Date of Award
Bachelor of Science
achilles tendon, limb injuries, MRI, surgery, repair
The Achilles tendon is the largest, strongest, and thickest tendon in the human body. While it may be the strongest, the Achilles tendon is also among one of the most frequently ruptured. These lower limb injuries arise as a result of athletically induced trauma or pathologically and steroidal induced trauma. While the manner in which athletic ruptures occurs can be determined on a case to case basis through the use of clinical examination, ultrasonography, and magnetic resonance imaging (MRI), the method in which the injury should be treated remains controversial. The two main methods of repair include a conservative approach and a surgical approach. Such requirements including lower re-rupture rates, earlier return to activity, lower rates of complications, restoration of normal length and tension to the tendon, and maximization of the strength and function of the calf muscle produce a debated standpoint between the two methods. Pathologically induced ruptures, on the other hand, are not well-understood. As a matter of fact, the actual effects of corticosteroids and fluoroquinolones on the tendon remain controversial. The aim of the present study, therefore, was to gather data from various researchers on Achilles tendon ruptures, induced both athletically and pathologically, and determine both the preferred repair method for athletically induced ruptures and the impact of steroids on pathologically induced ruptures. Studies reporting data regarding the surgical versus conservative methods were analyzed on a broad scale while the effect of specific surgical techniques was excluded.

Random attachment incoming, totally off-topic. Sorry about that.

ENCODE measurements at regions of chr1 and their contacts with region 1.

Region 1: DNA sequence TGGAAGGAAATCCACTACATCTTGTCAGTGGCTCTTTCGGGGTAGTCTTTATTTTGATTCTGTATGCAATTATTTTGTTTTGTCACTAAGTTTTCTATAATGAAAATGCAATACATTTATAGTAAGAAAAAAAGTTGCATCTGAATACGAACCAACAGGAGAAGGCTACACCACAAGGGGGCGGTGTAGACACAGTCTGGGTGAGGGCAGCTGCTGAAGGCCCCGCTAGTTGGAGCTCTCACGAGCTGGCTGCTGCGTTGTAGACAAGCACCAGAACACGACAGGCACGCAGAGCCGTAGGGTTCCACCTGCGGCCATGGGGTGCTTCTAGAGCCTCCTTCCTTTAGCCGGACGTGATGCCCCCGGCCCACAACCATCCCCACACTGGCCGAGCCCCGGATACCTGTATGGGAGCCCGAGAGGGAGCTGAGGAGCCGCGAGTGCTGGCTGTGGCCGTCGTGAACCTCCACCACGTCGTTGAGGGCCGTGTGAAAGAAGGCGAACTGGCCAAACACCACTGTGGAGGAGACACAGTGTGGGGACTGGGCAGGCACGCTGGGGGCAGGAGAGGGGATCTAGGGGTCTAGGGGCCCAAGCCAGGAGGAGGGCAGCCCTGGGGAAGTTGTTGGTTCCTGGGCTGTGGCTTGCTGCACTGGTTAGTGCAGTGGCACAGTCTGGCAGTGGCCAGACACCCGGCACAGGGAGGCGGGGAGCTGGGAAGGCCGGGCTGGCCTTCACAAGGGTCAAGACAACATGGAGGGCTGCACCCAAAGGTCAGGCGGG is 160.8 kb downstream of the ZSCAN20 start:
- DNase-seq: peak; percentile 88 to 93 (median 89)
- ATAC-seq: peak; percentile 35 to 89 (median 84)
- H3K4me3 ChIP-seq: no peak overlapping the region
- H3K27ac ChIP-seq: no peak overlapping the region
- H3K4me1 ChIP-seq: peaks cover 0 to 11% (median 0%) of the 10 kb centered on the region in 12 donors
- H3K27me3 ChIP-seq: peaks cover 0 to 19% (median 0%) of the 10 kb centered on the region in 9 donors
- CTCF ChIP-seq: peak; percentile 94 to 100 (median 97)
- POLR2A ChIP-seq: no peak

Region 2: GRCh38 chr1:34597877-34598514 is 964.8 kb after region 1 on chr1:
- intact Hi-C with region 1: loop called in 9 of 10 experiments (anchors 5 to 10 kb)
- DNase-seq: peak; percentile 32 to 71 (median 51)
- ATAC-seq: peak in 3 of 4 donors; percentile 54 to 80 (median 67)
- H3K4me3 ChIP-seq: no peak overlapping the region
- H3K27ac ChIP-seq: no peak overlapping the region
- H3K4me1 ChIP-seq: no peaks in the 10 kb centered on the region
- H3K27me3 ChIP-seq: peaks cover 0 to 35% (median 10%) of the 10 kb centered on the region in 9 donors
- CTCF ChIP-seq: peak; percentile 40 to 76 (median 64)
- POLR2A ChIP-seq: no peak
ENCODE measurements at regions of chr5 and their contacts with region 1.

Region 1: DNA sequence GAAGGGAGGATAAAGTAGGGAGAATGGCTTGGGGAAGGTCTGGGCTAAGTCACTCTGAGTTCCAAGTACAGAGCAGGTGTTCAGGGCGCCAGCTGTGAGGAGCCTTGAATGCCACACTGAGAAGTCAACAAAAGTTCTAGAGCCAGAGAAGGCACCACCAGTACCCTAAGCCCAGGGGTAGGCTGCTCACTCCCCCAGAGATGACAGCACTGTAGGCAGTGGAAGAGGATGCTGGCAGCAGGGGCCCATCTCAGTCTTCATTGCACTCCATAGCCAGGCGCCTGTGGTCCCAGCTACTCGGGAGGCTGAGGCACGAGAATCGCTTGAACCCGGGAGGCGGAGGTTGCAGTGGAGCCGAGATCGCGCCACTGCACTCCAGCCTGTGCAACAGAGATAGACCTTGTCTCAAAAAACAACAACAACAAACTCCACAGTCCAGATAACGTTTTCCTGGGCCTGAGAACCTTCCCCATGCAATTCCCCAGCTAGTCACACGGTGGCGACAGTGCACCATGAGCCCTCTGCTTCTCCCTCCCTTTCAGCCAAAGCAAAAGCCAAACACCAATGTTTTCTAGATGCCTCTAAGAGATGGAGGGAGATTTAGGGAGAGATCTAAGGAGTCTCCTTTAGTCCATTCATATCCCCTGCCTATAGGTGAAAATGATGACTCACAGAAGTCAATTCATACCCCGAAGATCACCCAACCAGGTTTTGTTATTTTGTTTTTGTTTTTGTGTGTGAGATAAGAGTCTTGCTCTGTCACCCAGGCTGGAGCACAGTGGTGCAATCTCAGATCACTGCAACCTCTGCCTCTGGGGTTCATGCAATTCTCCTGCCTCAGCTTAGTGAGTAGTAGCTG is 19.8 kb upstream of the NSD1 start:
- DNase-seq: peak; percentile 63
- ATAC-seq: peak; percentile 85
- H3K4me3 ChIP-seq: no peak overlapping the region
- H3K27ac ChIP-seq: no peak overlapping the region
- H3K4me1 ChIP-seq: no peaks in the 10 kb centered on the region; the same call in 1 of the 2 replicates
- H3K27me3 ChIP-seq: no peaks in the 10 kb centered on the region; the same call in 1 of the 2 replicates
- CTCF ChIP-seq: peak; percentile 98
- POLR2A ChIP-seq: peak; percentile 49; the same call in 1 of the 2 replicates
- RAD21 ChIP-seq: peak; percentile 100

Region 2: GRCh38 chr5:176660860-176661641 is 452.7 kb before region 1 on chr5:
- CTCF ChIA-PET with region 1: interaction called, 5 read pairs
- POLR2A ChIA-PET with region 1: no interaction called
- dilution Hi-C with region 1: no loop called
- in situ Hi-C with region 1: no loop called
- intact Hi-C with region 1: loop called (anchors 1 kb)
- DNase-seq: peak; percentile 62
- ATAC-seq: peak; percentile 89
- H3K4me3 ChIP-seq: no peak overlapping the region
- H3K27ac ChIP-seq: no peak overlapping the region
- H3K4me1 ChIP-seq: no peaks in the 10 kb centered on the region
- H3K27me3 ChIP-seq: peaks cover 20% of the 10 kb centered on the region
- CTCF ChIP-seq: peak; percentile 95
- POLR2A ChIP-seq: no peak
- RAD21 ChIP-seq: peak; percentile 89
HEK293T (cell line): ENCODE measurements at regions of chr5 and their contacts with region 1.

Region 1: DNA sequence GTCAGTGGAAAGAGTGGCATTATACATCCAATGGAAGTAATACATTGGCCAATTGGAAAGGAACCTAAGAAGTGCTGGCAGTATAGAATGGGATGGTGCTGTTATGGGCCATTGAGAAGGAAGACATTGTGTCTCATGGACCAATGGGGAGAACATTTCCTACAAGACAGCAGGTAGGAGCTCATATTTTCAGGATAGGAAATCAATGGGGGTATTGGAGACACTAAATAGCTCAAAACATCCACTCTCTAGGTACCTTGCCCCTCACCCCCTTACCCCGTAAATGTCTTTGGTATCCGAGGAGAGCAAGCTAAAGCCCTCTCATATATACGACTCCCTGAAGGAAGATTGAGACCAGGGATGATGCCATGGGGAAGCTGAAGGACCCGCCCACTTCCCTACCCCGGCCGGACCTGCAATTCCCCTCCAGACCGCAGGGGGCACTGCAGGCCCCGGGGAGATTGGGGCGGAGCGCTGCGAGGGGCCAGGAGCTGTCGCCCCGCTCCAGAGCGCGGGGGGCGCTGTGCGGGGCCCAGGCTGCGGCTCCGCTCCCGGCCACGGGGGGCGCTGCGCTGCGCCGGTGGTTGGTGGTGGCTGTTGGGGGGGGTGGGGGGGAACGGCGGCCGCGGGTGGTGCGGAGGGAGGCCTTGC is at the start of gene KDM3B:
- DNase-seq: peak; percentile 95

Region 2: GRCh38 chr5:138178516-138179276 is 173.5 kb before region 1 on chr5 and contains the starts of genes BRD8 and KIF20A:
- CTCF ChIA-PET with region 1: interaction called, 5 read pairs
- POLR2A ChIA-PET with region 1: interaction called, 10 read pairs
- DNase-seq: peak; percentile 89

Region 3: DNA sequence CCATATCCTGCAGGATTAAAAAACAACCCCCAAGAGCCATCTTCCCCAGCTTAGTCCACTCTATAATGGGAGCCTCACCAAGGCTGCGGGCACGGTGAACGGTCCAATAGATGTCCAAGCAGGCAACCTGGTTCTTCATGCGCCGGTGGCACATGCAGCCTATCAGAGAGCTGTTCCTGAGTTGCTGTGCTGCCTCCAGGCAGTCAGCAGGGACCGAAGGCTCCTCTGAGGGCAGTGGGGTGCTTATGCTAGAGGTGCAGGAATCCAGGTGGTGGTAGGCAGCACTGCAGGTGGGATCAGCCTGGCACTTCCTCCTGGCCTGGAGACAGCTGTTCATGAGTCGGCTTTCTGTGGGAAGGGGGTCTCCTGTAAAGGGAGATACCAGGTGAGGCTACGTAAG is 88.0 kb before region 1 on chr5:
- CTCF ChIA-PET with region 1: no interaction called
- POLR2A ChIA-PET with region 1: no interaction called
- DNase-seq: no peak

McLean, Kathleen M., "Traumatic vs. Pathological Achilles Tendon Ruptures: A Look into the Importance of the Collagen Matrix and the Preferred Method of Repair" (2011). Honors Theses. 1031.